Take the 2-minute tour ×
Stack Overflow is a question and answer site for professional and enthusiast programmers. It's 100% free, no registration required.

It's not hard to understand String.class.getClass(), which mean return a Class Object that represent the run time class of String Object. But what's going on when calling Class.class.getClass(), can I apprehend it as returning a Class object that represent the run time class of Class object itself? How can this be implemented in Java reflection API?

share|improve this question
    
getClass() is implemented by every Object, its not part of the reflection API (or any other API) –  Peter Lawrey Jul 8 '11 at 9:10
    
Oh boy, you are in for a treat if you ever look at Smalltalk's reflection model. Highly recommended. –  Wouter Lievens Jul 8 '11 at 9:11
    
you get a constant actually (the code will be compiled to a constant) –  bestsss Jul 8 '11 at 9:15
    
to add to what Peter said, the class is (usually) part of the object header, or in some case it can be part of the reference (pointer) itself. –  bestsss Jul 8 '11 at 9:18

2 Answers 2

up vote 5 down vote accepted

a Class object that represent the run time class of Class object itself?

Yes.

But String.class.getClass() is the same thing.

String.class already means "the object of type Class that represents the String class". Calling .getClass() on that means "the object of type Class that represents the Class class", because we're calling it on an object of type Class.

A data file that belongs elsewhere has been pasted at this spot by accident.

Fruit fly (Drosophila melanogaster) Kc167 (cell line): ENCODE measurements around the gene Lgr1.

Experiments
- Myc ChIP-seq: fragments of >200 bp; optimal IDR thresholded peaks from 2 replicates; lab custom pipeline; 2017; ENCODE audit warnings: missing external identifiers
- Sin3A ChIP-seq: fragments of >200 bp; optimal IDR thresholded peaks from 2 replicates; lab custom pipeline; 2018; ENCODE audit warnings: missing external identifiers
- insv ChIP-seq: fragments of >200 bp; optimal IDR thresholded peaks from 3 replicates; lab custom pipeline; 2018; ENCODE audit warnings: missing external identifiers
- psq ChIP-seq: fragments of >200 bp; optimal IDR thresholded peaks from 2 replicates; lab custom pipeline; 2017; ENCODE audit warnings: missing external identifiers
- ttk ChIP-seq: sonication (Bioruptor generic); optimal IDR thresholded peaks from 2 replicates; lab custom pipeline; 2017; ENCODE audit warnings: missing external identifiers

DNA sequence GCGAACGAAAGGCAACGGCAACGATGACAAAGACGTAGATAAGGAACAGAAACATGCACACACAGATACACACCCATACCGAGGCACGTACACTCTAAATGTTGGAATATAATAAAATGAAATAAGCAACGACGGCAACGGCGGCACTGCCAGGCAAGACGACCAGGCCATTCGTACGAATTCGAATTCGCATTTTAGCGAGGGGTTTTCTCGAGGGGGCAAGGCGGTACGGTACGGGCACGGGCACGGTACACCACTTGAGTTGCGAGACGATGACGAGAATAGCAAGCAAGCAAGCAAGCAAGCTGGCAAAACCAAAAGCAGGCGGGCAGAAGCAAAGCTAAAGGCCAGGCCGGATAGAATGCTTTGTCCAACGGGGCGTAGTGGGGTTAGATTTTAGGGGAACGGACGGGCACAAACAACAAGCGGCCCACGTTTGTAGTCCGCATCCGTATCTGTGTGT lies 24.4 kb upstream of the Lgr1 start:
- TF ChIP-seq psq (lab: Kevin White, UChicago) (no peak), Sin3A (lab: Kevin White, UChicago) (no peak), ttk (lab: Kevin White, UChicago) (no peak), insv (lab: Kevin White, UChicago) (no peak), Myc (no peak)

If you have an object that is a String, for example "hi mom", then you can reflect it with .getClass(): ("hi mom").getClass() for example. IIRC, this will return the exact same object as String.class in normal circumstances, because there is only one Class object per class (, per ClassLoader in use).

How can this be implemented in Java reflection API?

Every time the bytecode for a class is loaded, a Class object is created and associated with that bytecode. Every object conceptually keeps a "hidden" reference to the Class instance that represents its class, that is automatically set by the constructor. Class objects have this reference set to a Class object that represents the Class class. In particular, the Class object that represents the Class class has a reference to itself.

share|improve this answer
can I apprehend it as returning a Class object that represent the  run time class of Class object itself?

No. Object.class.getClass() is same as Class.class.getClass().

    System.out.println(Object.class.getClass() == Class.class.getClass()); // true
share|improve this answer

Your Answer

 
discard

By posting your answer, you agree to the privacy policy and terms of service.

Not the answer you're looking for? Browse other questions tagged or ask your own question.